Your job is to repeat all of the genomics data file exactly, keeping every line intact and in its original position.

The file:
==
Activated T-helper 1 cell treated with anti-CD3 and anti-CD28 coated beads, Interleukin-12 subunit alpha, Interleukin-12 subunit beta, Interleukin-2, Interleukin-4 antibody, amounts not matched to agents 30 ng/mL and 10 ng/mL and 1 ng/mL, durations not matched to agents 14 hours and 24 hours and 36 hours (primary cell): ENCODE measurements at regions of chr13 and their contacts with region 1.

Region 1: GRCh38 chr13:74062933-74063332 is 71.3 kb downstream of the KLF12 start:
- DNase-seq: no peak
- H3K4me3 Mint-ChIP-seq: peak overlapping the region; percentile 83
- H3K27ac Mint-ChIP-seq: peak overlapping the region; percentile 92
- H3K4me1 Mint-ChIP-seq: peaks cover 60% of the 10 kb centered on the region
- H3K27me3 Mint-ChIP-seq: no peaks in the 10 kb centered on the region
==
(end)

Activated T-helper 1 cell treated with anti-CD3 and anti-CD28 coated beads, Interleukin-12 subunit alpha, Interleukin-12 subunit beta, Interleukin-2, Interleukin-4 antibody, amounts not matched to agents 30 ng/mL and 10 ng/mL and 1 ng/mL, durations not matched to agents 14 hours and 24 hours and 36 hours (primary cell): ENCODE measurements at regions of chr13 and their contacts with region 1.

Region 1: GRCh38 chr13:74062933-74063332 is 71.3 kb downstream of the KLF12 start:
- DNase-seq: no peak
- H3K4me3 Mint-ChIP-seq: peak overlapping the region; percentile 83
- H3K27ac Mint-ChIP-seq: peak overlapping the region; percentile 92
- H3K4me1 Mint-ChIP-seq: peaks cover 60% of the 10 kb centered on the region
- H3K27me3 Mint-ChIP-seq: no peaks in the 10 kb centered on the region